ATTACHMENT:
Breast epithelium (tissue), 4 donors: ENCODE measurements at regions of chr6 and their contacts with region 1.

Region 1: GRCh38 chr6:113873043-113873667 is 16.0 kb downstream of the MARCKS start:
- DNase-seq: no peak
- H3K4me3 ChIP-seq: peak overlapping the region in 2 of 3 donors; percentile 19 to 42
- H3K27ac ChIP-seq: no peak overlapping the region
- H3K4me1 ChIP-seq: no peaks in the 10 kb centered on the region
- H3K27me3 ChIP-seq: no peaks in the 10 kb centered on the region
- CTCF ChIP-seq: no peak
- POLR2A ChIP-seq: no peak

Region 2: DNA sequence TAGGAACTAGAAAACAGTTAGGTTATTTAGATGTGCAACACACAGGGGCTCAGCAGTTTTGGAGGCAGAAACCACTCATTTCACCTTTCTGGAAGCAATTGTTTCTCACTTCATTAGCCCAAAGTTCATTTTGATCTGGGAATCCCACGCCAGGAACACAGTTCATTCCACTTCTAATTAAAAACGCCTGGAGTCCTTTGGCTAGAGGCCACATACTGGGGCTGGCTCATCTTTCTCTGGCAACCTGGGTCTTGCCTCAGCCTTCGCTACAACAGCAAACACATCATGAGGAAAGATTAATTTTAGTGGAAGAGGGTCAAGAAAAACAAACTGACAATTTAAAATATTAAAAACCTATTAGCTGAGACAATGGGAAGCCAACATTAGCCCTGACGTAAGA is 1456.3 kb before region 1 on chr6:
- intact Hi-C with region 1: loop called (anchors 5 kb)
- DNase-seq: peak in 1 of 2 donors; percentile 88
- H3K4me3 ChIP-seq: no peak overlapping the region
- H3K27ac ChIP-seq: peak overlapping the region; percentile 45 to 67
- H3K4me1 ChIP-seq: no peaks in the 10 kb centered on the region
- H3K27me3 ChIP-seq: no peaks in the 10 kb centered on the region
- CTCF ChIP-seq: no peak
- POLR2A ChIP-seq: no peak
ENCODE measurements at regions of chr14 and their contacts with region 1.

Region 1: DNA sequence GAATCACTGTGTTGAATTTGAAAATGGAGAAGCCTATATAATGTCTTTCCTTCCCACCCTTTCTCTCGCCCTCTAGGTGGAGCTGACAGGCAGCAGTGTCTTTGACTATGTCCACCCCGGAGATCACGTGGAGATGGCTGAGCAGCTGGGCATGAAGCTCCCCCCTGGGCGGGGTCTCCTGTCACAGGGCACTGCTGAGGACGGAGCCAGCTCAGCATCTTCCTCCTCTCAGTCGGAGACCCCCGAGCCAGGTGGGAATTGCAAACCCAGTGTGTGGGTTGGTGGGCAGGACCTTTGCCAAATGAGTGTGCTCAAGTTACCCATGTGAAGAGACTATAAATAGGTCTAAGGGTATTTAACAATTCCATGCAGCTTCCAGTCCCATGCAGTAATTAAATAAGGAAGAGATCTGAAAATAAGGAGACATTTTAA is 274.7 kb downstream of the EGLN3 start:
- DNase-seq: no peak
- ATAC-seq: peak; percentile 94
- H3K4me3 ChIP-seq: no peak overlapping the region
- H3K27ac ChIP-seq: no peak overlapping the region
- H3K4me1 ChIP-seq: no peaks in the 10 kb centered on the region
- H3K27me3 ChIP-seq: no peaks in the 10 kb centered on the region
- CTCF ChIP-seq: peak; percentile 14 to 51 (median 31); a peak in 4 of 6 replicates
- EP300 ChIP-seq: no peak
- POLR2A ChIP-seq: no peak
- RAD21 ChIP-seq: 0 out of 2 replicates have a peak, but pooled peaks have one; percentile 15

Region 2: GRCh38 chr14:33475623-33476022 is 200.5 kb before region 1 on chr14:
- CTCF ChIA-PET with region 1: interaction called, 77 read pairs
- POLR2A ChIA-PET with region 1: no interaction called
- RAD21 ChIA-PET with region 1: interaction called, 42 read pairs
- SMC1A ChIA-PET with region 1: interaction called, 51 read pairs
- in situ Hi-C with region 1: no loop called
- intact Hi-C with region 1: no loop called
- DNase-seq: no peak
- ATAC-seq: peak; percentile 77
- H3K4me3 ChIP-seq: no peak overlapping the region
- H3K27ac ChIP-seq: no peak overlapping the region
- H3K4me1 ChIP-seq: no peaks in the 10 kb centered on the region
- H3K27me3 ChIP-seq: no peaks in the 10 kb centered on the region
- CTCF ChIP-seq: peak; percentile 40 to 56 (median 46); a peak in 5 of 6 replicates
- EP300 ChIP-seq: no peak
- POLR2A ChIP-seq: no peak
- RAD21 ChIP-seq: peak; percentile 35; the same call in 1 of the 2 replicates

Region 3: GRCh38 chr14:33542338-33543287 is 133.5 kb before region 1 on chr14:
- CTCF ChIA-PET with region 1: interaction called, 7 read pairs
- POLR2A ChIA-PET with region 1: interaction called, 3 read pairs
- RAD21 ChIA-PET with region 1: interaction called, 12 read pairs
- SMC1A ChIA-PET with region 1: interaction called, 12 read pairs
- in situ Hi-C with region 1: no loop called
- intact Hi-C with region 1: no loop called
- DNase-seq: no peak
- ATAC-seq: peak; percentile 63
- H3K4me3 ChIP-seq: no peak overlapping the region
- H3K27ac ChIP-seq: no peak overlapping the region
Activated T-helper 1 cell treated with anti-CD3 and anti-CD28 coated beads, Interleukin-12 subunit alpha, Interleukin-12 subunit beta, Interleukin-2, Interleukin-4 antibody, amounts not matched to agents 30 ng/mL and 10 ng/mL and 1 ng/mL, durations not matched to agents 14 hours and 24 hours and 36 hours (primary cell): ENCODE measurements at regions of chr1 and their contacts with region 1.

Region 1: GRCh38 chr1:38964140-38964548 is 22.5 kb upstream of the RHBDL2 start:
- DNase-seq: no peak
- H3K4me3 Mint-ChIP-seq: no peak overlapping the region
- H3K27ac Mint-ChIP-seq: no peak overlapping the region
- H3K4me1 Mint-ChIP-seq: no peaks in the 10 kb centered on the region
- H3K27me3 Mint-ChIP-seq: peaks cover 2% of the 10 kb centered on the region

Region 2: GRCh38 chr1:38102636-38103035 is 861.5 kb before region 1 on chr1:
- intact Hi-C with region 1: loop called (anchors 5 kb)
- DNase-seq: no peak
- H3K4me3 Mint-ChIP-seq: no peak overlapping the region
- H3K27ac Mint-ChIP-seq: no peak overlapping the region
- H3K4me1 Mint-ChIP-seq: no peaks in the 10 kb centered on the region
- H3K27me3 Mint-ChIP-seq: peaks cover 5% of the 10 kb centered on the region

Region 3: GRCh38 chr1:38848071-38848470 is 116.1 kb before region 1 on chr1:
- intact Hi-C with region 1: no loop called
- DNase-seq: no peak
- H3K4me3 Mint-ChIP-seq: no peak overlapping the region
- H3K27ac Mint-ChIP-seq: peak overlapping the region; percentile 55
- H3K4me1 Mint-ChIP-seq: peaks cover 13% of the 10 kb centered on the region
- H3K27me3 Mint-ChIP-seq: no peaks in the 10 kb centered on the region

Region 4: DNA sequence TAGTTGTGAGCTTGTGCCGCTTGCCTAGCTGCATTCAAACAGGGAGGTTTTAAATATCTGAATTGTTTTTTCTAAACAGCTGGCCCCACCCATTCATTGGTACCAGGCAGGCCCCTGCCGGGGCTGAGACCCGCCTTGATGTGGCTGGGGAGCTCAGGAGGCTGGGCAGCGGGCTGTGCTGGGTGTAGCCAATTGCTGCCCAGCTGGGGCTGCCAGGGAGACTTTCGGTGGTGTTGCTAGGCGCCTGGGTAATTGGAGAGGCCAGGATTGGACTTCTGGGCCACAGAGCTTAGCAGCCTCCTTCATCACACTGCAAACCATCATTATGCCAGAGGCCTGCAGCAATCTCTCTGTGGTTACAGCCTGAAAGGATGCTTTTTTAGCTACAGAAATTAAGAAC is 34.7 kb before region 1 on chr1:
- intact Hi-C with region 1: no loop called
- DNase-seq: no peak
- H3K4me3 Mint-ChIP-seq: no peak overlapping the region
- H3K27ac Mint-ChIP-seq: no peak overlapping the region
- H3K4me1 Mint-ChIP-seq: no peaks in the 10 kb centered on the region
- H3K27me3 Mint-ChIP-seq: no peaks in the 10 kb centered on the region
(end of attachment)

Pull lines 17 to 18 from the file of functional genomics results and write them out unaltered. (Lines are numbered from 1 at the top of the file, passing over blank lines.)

- CTCF ChIP-seq: no peak
- POLR2A ChIP-seq: no peak